No-Frills Argentina Take Another Giant Step Towards World Cup Glory

Daniel EdwardsFeatured ColumnistJuly 5, 2014

Argentina's Lionel Messi and teammates celebrate at the end of the World Cup quarterfinal soccer match between Argentina and Belgium at the Estadio Nacional in Brasilia, Brazil, Saturday, July 5, 2014. Argentina won 1-0. (AP Photo/Eraldo Peres)
Eraldo Peres/Associated Press

The current World Cup campaign for Argentina could not be more different from that which preceded it four years ago. In South Africa, the whole world was talking about Diego Maradona's antics on the side of the pitch, as well as a team with an almost kamikaze attitude to the game. 

The 2010 Albiceleste had one setting, attack at all costs. Like their coach, they lived, and eventually died by the sword. 

Fast forward to Brazil, and once more the team's mentality is reflected in the man giving directions from the bench. Coach Alejandro Sabella is not a personality easily picked up by the media. Not for him the wild accusations and affirmations, and the glare of the cameras. 

El Pachorra is a humble, timid, almost bumbling figure in the background of his side's progress. The team copies his actions. They have advanced to the semi-finals of the World Cup almost unnoticed by those outside Argentina, quietly racking up narrow victories that have not exactly set the pulse racing. 

But there is one more crucial difference. At this stage of the competition four years ago, Maradona's men were preparing their bags for the trip home after a devastating thrashing at the hands of Germany; but in 2014, Argentina have slowly but surely assured their place among the four best teams on the planet. 

An early volley by Gonzalo Higuain secured a 1-0 victory over Belgium on Saturday, according to the statistics. But the game represented much more than that. For the first time since 1990, the Albiceleste did not shirk the challenge of the last eight.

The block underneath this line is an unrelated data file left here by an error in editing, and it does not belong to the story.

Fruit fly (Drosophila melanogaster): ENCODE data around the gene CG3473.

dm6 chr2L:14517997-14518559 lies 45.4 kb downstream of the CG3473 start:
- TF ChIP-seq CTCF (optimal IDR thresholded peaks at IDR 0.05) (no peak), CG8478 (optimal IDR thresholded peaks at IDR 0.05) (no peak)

Sabella's changes for the game were an almost unqualified success. Lucas Biglia entered in midfield for Fernando Gago, and proved a revelation with his marking and efficient passing. Javier Mascherano had the partner he needed in the engine room to nullify the dangerous Belgium before they could get moving. On the left, meanwhile, Jose Basanta slotted in without any problems for the suspended Marcos Rojo, and did his job to perfection. 

By the end of the tie, the normally fluid Belgians were reduced to smashing the ball into the box, desperately seeking the head of giant Marouane Fellaini for the chance to work their way back into the game. But even that did not come off.

Martin Demichelis gave Argentina a new security and confidence at the back as he replaced the calamitous Federico Fernandez, and even though he and Ezequiel Garay were often dwarfed by their opponents, the pair put in an almost flawless 90 minutes of defensive play. 

Higuain was almost unrecognisable from the forlorn figure of the first four games, as he put in easily his best game of the tournament. Lionel Messi was marked throughout by the incessant Axel Witsel, but his jinking and jiving in the middle opened up the game for the only goal early on, and only nemesis Thibaut Courtois prevented him from making the result safe in the final minutes. 

Eraldo Peres/Associated Press

There are still questions to be resolved before Argentina can talk about the World Cup as more than a distant dream. Angel Di Maria scared an entire nation when he limped off in the first half and sat on the sidelines with an abductor injury. Substitute Enzo Perez did an admirable job, but the Real Madrid star's unpredictability and movement are irreplaceable in the Argentine set-up. 

If examinations show that Fideo will miss the next match, Sabella will have to think hard on how to compensate for one of the few players in his squad that has shown the ability to really unlock a defence in Brazil. 

But those worries are for the coming days. The Argentina squad celebrated joyfully on the pitch of the Estadio Mane Garrincha at full time, repeating from their hearts the songs thrown at them from the thousands of fans present to watch their victory. Merely reaching the last four, after 24 years of disappointment, means everything to the long-suffering Albiceleste. 

But more than that, taking down a team of Belgium's quality is another giant step towards their goals for captain Messi and his united squad. The Argentine play may not be setting off too many fireworks so far, but with the minimum of fuss and drama they are honing in on a date with the Maracana just over a week from now.